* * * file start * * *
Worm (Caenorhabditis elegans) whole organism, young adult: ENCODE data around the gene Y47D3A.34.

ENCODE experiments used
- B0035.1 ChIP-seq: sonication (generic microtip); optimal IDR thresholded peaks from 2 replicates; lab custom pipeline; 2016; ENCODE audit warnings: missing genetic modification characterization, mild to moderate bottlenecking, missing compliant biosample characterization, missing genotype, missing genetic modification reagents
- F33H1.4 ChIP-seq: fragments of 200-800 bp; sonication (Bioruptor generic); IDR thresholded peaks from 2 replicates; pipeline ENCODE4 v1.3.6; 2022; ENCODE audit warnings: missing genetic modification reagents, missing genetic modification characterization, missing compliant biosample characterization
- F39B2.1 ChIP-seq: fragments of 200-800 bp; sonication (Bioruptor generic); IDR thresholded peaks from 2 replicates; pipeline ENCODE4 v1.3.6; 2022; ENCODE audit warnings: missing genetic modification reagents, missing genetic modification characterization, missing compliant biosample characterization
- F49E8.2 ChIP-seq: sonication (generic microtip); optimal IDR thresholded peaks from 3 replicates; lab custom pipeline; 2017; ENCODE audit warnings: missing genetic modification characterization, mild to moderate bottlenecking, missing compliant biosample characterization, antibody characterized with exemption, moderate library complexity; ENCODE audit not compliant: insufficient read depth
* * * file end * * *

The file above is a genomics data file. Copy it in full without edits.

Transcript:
Worm (Caenorhabditis elegans) whole organism, young adult: ENCODE data around the gene Y47D3A.34.

ENCODE experiments used
- B0035.1 ChIP-seq: sonication (generic microtip); optimal IDR thresholded peaks from 2 replicates; lab custom pipeline; 2016; ENCODE audit warnings: missing genetic modification characterization, mild to moderate bottlenecking, missing compliant biosample characterization, missing genotype, missing genetic modification reagents
- F33H1.4 ChIP-seq: fragments of 200-800 bp; sonication (Bioruptor generic); IDR thresholded peaks from 2 replicates; pipeline ENCODE4 v1.3.6; 2022; ENCODE audit warnings: missing genetic modification reagents, missing genetic modification characterization, missing compliant biosample characterization
- F39B2.1 ChIP-seq: fragments of 200-800 bp; sonication (Bioruptor generic); IDR thresholded peaks from 2 replicates; pipeline ENCODE4 v1.3.6; 2022; ENCODE audit warnings: missing genetic modification reagents, missing genetic modification characterization, missing compliant biosample characterization
- F49E8.2 ChIP-seq: sonication (generic microtip); optimal IDR thresholded peaks from 3 replicates; lab custom pipeline; 2017; ENCODE audit warnings: missing genetic modification characterization, mild to moderate bottlenecking, missing compliant biosample characterization, antibody characterized with exemption, moderate library complexity; ENCODE audit not compliant: insufficient read depth